FinlandFinland

Finland

The route in Finland starts at Näätämö on the Norwegian-Finnish border and runs down to Virolahti. For much of the journey the route passes through isolated woods and moorland where you really get a feel for Finland’s vastness. On the way you visit many interesting towns and villages, such as Kuhmo, where there is a Winter War Museum. Further south, near the town of Imatra, there is the border museum at Immola Garrison, which focuses on the history of Finland’s borders and border guards after the country became independent.
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Finland sits in a corner of Europe. Its culture ties it to the surrounding regions although it remains very unique. It is a Nordic country which has a distinctive language similar to that of Estonia. 

Historically too it is tied to its neighbours. Between the 13th and 18th Century it was unified with Sweden. Caught between the Swedish and Russian powers, it was the scene of numerous battles. During much of the 19th Century, Finland was under Russian rule. It was only in 1917 that it gained its independence. Since then it has grown into a prosperous and egalitarian state following the Nordic model. Today, it tops the list in numerous metrics including education, economic competitiveness, civil liberties, quality of life, and human development.

The border between Finland and Russia is some 1,340 km long. It runs through sparsely-inhabited areas including boreal forests and other rural landscape. Today it is one of the external borders of the Schengen area as well as the EU. As such, it is quite heavy surveillance. The southernmost 200 km of the border in particular are surveilled wih increasingly hightech methods. There is a border zone on each side which, on the Finnish side, can be as wide as 3 km.

In Finnish Lapland, three of the northernmost municipalities are considered part of the Sami territory. The Sami people have had traditional ties to semi-nomadic reindeer herding. It is most likely them who take care of Father Christmas' reindeers throughout the year.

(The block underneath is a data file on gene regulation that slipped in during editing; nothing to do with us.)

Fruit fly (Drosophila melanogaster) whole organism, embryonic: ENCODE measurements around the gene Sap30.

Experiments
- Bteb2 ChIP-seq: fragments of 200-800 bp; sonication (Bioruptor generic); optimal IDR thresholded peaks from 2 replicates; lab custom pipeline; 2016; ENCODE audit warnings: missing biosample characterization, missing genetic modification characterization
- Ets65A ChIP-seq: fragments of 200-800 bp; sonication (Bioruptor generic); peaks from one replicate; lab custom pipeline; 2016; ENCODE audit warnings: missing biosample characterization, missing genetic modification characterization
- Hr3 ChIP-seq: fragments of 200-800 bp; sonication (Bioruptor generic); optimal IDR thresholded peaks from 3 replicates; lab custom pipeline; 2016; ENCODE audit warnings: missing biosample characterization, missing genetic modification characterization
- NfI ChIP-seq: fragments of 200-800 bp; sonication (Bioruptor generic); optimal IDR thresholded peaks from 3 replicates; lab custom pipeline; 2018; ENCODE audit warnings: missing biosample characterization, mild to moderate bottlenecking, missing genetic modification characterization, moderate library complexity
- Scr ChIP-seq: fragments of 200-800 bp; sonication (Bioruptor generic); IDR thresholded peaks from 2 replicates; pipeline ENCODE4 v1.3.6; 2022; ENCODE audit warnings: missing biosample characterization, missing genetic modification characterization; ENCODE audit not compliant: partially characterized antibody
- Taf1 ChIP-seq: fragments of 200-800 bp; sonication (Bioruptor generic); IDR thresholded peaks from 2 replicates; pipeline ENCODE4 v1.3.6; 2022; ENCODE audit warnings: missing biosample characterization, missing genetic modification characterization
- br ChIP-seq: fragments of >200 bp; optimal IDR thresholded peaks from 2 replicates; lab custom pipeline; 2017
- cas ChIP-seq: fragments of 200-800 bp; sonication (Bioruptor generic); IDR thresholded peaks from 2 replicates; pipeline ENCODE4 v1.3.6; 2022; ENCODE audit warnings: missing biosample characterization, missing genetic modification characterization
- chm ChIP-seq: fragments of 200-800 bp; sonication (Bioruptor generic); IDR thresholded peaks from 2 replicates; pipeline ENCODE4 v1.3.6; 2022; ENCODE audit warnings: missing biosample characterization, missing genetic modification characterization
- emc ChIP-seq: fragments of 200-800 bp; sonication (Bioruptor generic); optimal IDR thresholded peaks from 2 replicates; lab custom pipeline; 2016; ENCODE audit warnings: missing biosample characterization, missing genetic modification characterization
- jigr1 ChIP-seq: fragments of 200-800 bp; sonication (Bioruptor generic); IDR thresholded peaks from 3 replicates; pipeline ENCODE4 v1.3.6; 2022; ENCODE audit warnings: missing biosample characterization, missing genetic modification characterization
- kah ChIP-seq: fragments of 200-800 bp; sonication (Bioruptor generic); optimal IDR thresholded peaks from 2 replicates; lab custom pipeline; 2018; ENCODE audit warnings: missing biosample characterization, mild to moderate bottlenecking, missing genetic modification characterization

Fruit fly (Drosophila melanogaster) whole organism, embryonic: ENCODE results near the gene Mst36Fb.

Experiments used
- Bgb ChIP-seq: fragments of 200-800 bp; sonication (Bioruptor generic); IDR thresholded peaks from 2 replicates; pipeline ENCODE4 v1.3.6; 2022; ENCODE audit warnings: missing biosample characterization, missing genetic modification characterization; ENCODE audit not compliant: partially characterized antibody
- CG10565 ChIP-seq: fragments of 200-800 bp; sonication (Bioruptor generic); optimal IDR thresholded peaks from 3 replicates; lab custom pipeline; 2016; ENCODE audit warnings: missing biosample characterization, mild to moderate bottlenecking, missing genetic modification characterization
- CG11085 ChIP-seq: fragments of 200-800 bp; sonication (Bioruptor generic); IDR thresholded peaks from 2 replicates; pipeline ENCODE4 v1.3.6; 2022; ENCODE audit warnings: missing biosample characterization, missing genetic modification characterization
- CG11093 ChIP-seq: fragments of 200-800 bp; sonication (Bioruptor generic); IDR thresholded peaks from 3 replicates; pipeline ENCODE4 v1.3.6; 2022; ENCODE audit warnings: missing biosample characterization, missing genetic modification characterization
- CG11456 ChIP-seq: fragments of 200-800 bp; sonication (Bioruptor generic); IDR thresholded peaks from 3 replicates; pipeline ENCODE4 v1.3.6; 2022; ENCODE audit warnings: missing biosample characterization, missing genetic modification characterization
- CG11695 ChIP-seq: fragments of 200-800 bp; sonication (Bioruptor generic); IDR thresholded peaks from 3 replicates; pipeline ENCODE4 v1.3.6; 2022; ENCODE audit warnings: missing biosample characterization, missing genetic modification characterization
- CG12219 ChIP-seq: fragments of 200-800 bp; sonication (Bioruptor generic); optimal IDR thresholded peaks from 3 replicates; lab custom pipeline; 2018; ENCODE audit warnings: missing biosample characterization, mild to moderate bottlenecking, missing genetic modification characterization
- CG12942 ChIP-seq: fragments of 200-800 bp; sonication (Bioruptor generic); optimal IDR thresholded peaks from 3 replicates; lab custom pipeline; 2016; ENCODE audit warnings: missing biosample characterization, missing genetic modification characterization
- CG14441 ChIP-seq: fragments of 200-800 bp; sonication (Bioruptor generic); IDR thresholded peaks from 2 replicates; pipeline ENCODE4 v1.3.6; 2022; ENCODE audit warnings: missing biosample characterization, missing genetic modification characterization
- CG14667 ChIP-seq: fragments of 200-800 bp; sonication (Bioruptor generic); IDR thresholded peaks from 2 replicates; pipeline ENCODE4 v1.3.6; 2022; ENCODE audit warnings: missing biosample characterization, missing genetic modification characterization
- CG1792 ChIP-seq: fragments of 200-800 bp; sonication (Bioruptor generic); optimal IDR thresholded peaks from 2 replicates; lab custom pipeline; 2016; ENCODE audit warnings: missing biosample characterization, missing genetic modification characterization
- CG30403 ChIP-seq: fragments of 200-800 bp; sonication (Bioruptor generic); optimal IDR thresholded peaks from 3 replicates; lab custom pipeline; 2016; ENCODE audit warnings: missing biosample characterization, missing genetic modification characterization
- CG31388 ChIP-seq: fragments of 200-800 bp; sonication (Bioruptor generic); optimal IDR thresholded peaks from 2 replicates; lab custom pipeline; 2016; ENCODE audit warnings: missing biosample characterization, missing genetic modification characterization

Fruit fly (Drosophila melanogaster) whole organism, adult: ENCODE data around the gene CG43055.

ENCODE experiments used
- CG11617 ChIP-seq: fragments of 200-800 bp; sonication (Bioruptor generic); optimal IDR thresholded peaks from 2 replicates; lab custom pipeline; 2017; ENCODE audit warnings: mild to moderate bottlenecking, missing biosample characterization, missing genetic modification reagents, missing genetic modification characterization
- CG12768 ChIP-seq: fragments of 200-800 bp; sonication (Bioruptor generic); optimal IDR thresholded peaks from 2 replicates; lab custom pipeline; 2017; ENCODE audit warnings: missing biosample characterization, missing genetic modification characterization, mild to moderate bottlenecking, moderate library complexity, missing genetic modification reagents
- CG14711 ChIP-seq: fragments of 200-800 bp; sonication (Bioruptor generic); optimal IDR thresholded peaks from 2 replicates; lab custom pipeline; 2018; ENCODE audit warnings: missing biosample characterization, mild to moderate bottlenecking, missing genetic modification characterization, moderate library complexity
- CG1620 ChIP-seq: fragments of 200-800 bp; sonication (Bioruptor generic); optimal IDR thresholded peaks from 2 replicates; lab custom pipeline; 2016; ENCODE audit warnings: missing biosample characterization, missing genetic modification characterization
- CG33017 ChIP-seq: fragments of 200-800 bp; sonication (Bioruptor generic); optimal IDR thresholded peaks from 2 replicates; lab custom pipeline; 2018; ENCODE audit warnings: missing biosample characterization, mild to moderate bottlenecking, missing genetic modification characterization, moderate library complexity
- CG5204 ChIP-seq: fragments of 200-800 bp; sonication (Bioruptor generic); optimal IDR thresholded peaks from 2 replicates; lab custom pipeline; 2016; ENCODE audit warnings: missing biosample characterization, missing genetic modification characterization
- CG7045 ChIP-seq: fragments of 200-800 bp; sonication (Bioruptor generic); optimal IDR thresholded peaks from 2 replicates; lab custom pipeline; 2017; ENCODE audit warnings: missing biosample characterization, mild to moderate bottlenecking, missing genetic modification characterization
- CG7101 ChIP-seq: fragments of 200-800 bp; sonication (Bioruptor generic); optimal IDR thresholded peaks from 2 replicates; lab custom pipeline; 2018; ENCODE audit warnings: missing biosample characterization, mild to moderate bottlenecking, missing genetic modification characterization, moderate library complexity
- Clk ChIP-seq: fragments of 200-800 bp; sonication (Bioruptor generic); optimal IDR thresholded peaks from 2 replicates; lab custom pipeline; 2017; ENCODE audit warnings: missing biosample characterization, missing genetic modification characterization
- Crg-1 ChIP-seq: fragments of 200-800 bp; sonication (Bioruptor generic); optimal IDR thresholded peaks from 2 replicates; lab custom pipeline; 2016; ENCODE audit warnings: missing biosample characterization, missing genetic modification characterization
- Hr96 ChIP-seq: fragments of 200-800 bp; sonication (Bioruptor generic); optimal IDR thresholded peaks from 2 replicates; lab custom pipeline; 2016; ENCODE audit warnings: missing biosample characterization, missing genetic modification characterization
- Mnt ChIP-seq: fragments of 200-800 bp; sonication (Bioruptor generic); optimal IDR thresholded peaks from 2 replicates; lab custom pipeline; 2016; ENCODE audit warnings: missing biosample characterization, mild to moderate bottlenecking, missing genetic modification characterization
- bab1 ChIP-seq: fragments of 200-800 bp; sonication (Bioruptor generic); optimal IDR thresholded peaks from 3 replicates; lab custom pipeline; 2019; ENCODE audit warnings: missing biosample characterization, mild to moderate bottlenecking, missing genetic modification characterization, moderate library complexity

The Finnish section of EuroVelo 13 is most definitely a seasonal affair. Although it is possible to cycle in Finland during the winter months (even in the northernmost section) with the right equipment, it's definitely much easier in summer when the long daylight hours enable you can cycle around the clock!

National information
  • Näätämö - Virolahti

    EuroVelo 13 Finland

    Iron Curtain Trail runs largely in sparsely populated areas in Finland. This poses special challenges because cyclists, like any other activity travelers, are in need of the basic services of accommodation and food. The EuroVelo 13 Finland blog provides useful information to the travelers.

    Route descriptionElectronic maps / GPS tracksPoints of interest / attractions etc.Cycle Events

    available in en

    http://eurovelo13finland.blogspot.fi/

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    Outdoors Finland

    The website of Outdoors Finland provides useful information about hiking, cycling and canoeing routes and packages in Southern Finland. For every cycle routes, the website provides a route description and route facts such as the length, the difficulty and the estimated duration. Only in Finnish and English, German and Swedish soon.

    Route descriptionElectronic maps / GPS tracksPrinted materialCycle friendly services (accommodation, cafes, restaurants etc.)Points of interest / attractions etc.

    available in en

    http://www.outdoorsfinland.com/activities/cycling/